Adding an Options Page

Almost every WordPress plugin involves some sort of option, and that means you'll need to create the form that lets users manage those options. If you went through the process of creating theme functions back in Chapter 7, the process for plugins will look very much the same.

To add an options page to the main navigation menu, you need two functions. One will display the content of the options page, and the other is a container for the add_options_page() function. Finally, you'll need to add your container function to the admin_menu() hook using add_action().

Listing 9-7 is taken from my Next Page plugin. I'll use this plugin as an example for the next several sections of this chapter, as it illustrates options pages, shortcodes, and template tags. Here, I've shown the bare minimum that's required to add an options page. In the next section, I'll show you how to fill in the form fields and process the input data into WordPress options.

Listing 9-7. An empty options page

// Add a new submenu under Options: add_action('admin_menu', 'next_page_add_pages');

function next_page_add_pages() {

add_options_page('Next Page', 'Next Page', 'manage_options', 'next-page',

// displays the options page content function next_page_options() { ?> <div class="wrap">

form method="post" id="next_page_form" action="options.php"> <h2>Next Page Options</h2>

<p class="submit">

<input type="submit" name="submit" class="button-primary" value="Update Options" /> </p>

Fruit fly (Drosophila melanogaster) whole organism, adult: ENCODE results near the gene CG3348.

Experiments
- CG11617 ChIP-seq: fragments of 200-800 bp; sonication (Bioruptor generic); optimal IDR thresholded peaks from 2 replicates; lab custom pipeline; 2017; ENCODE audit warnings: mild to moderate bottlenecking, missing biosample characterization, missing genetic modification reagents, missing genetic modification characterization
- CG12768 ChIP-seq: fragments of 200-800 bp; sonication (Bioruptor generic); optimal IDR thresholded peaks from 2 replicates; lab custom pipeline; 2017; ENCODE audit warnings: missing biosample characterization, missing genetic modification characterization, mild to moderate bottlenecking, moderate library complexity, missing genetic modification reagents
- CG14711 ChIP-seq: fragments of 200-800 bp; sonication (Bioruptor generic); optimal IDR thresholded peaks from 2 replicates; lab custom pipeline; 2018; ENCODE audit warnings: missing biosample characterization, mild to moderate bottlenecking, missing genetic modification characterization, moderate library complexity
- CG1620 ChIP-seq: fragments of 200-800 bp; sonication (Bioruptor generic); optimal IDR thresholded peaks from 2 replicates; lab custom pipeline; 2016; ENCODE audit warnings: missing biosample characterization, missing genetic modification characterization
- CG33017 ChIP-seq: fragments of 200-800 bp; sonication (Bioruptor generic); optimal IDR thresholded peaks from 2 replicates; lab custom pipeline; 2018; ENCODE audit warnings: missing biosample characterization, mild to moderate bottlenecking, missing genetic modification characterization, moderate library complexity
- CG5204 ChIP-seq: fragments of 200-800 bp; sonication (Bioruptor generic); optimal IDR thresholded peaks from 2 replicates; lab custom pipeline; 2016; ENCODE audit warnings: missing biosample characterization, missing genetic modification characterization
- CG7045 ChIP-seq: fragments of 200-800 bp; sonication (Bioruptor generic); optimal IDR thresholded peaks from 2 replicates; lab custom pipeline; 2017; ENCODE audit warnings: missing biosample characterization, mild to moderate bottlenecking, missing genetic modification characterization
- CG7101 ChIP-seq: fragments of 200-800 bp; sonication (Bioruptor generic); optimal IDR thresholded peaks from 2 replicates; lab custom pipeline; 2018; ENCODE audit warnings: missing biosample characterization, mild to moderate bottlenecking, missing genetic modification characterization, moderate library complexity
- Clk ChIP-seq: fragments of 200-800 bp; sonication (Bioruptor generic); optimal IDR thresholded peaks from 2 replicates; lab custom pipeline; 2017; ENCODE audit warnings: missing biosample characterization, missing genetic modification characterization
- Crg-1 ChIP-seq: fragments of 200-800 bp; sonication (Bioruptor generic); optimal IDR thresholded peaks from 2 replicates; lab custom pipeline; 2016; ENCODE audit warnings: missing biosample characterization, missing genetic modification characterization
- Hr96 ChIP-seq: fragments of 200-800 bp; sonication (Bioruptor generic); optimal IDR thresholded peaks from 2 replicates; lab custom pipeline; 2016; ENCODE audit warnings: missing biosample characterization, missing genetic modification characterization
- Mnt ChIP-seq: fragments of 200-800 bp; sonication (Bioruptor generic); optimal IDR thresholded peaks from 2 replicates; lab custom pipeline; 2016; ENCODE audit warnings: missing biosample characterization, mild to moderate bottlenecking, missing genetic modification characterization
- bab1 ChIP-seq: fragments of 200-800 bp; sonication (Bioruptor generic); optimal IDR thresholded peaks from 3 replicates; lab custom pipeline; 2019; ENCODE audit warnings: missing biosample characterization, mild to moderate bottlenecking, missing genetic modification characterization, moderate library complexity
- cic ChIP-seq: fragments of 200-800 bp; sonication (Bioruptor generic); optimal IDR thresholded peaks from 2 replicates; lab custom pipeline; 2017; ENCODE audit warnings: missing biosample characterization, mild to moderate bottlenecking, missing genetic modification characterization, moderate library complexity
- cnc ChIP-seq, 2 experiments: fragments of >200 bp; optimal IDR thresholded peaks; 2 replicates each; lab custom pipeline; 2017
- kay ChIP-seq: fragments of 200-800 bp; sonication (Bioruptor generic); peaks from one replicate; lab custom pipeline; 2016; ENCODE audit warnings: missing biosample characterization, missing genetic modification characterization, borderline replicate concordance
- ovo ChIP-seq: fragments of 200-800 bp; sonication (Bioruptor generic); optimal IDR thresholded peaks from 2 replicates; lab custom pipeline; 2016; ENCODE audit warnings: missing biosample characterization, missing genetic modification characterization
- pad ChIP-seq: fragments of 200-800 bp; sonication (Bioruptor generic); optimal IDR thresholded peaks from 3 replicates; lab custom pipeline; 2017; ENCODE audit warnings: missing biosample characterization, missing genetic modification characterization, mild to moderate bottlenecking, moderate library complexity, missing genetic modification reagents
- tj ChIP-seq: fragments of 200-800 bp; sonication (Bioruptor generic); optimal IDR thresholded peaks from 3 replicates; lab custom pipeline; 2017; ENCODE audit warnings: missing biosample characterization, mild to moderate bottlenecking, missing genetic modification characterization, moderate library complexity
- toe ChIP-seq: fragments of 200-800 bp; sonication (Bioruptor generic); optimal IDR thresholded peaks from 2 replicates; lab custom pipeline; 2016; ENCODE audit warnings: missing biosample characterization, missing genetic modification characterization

} // end function next_page_options()

Unlike the widgets you created in the previous chapter, on the plugin options pages, you do have to define the form and its submit button. The form should always be posted to options. php. This file processes all the WordPress options. Once you have registered your plugin's options (which I'll show you in the next section), you can use just two lines to your form to process them.

The wrapper element (<div class="wrap">) is essential to the layout of all WordPress admin pages, so you must include it in your options forms. The form tags should go inside the wrapper. The id attribute is optional, but your form method should be post and the action should always be options.php (the file that processes all WordPress options).

The results of Listing 9-7 are shown in Figure 9-3.

Figure 9-3. The skeleton options page

Your form button styles should conform to WordPress standards. You should have one primary button (the one that saves the options, publishes the post, etc.) and it should be styled with the button-primary class. All other buttons should use the secondary class. These styles are consistent throughout the WordPress administration screens. The QuickPress Dashboard widget, shown in Figure 9-4, illustrates the contrast between the two button styles.





Save Draft Reset

Figure 9-4. The secondary (Save Draft, Reset) and primary (Publish) button styles

Now that you have an options page in place, it's time to add some fields to the form.

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